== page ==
21. Chamberbitter!! I’m glad to know the name of that obnoxious weed! The first time I ever saw one in my perrenial bed, I thought it was a young mimosa tree, so I left it alone! I had never noticed the seeds under the leaves, so that’s probably why they seem to multiply more and more every year! Thanks so much for the tip! Also, I’m right there with you in combatting those vines.

  22. Today in the mail I received my Fish Foam! A whole carton of the stuff, so you know what Labor Day weekend is going to happen at my house! Can’t wait for my big helper to get home from the office to show him how we are going to celebrate this years weekend! I can’t wait for my windows to,sparkly and shine!!

  23. Rattlebridge Farm says

    I smiled when I read your witty title–weeden. πŸ™‚ My gardening know-how is zero (my weeds are flourishing; flowers are getting scorched by the recent heat blast), so I am looking forward to seeing your plan. I have bought a LOT of Round-Up this summer (sometimes it took 2 applications–and on itty weeds), and my DH sprays with preemergent.
    I’ve been impressed with the preemergent. We have poison ivy/oak all over–even in the trees. I am highly allergic, too. Thanks for the tip about the gloves! Your path garden looks WONDERFUL.

  24. I am severely allergic to all that poison stuff, always have been. Since I was diagnosed with RA, I know my immune system weirds out at times so I don’t risk pulling it anymore…the hubs does. If I even see it in the yard I head for the house until it’s cleaned out. While I was pregnant, my Dad pulled it out of a fence row as I was picking strawberries and conditions must have be right cause it traveled through the air and got on me. A few weeks after, neighbors were burning it out of their fence rows and boom, all over me! Not fun, so now I run.

    Although some people are concerned about being bitten by the black and yellow garden spider, these large spiders are not considered dangerous. They may bite when harassed, but apparently the venom does not cause problems for humans.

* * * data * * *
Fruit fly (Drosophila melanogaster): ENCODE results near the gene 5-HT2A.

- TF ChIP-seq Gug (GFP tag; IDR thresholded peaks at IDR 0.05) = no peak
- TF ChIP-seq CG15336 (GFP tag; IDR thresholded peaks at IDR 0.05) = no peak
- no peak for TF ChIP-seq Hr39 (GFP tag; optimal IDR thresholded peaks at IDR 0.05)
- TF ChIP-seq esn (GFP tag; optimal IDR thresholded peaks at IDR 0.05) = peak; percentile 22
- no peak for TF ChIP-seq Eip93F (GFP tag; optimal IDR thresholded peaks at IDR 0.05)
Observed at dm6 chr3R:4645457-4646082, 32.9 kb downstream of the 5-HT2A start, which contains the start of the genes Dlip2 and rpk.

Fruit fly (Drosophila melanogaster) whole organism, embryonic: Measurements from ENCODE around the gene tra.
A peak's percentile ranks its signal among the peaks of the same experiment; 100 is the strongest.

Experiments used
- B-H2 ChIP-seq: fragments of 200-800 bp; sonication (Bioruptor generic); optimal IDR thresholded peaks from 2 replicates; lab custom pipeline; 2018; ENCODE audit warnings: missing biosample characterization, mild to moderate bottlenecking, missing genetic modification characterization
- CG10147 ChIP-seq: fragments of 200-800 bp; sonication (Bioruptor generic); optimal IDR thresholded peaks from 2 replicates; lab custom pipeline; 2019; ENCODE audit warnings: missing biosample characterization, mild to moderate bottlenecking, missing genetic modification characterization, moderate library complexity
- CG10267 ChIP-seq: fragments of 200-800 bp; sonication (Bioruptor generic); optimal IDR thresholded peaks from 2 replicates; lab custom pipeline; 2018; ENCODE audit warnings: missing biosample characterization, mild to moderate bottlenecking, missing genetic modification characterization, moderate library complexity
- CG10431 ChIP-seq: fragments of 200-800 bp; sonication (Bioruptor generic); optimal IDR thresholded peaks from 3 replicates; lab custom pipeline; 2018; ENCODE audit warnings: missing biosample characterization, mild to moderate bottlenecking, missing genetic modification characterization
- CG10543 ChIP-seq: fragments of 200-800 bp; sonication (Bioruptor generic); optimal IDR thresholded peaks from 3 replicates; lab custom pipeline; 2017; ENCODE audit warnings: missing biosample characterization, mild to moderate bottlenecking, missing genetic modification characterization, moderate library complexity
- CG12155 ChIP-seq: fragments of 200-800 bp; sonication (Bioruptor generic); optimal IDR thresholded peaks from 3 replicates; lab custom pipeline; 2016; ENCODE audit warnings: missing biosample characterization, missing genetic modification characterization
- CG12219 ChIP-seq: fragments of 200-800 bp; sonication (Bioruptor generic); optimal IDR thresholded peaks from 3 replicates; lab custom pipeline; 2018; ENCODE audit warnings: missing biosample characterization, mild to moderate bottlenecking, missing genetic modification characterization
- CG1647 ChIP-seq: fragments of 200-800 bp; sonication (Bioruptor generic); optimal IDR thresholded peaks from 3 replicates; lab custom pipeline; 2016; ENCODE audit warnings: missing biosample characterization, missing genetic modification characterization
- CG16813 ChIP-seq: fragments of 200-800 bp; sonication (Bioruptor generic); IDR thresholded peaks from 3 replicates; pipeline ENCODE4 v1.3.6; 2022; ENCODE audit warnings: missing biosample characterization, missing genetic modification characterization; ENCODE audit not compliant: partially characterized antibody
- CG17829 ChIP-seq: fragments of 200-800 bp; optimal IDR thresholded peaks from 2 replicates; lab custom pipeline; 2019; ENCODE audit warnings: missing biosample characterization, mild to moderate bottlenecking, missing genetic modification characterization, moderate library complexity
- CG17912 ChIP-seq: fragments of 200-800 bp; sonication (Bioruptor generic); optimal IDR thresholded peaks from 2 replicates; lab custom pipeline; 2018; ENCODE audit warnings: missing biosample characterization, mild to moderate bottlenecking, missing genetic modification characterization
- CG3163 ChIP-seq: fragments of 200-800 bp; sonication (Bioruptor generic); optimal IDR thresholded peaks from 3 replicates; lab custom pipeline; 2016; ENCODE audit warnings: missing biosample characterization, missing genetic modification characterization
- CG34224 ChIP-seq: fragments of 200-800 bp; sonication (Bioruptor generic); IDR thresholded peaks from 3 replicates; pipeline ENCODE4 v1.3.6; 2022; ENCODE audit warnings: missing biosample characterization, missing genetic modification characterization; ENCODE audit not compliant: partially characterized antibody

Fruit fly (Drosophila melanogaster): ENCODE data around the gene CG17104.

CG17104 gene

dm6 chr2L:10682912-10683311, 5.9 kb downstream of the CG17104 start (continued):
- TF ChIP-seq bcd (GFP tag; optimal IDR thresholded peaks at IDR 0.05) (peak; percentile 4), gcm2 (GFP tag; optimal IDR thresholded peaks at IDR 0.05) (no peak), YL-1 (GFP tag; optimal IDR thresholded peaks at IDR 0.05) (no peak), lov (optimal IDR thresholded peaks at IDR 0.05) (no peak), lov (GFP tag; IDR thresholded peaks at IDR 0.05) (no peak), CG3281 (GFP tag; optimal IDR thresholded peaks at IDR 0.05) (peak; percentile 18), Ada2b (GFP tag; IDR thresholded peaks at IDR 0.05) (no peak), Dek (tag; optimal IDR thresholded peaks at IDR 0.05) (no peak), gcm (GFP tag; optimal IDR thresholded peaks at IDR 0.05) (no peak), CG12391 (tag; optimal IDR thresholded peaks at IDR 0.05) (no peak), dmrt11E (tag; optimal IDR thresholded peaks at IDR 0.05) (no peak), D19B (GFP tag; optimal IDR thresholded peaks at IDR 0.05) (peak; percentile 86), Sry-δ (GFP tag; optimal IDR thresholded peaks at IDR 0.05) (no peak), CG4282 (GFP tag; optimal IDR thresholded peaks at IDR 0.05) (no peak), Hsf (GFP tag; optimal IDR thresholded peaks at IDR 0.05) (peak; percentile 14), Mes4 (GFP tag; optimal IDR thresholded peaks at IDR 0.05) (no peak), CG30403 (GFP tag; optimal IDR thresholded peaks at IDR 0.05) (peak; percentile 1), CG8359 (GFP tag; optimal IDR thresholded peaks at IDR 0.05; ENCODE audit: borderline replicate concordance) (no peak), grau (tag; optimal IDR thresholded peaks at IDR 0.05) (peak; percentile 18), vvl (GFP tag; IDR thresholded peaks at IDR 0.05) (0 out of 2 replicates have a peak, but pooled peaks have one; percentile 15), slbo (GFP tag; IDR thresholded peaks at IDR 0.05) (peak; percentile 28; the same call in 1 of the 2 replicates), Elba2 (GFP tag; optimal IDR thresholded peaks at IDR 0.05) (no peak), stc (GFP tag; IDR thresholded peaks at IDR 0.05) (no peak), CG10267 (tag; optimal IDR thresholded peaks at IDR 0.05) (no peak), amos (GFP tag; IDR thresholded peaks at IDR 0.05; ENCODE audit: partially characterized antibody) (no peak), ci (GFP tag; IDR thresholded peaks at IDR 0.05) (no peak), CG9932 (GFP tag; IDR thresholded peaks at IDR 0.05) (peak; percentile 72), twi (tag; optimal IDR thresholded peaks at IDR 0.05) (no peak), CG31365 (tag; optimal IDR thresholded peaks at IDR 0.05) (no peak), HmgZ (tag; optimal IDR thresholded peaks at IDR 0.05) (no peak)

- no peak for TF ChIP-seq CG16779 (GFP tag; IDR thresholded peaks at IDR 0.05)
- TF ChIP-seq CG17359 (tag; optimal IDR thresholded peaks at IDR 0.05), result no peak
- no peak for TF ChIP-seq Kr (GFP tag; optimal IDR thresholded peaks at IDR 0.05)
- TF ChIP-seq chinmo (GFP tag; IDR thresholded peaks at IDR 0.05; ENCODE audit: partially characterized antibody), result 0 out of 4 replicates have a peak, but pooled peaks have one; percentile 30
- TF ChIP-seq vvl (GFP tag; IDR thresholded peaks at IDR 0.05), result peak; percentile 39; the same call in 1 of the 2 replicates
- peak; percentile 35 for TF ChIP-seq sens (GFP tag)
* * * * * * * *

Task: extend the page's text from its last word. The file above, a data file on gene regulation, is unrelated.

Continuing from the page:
25. Marilyn in Mt. Vernon, VA says

    Virginia Creeper is very bad news, as Denise (above) describes. It’s literally choking the life out of trees here in Northern Virginia along the beautiful George Washington Parkway, which runs parallel to the Potomac River. If you see it, try to get rid of it before it advances up your trees.

  26. Linda Totten says

    I have those gloves and they are wonderful.. Just throw them in the wash ever so often.. They stay supple and they are very tough. Your yard is looking wonderful.

  27. I have Virginia creeper too, but it doesn’t go as rampant here in Michigan. Preen did a pretty good job in our garden this year except for some grassy invaders from the hundreds of acres of prairie behind us and some prostrate spurge. The spurge is a weedy looking ground cover that isn’t too bad to pull out.

    My big problem is rabbits. They ate my peonies. It’s Bunny Wars time at our house! Here’s a link to my blog post about the spurge and Preen results.

  28. As a fellow sufferer of Poison Ivy, let me pass on a few tips.
    1. Coat yourself with IvyBlock first. When you are done, wash with Technu Wash.
    2. Clean all your tools, wash your clothes and sneakers etc in hot water to kill the oil-which is what causes it in the first place.
    Last but not least, the homeopathic remedy Anacardium Orientale is a miracle, and shower in HOT water! It may make your skin tingle, but it will make the skin cells release their histamine, thus giving you almost 8 hrs of itch relief. Good Luck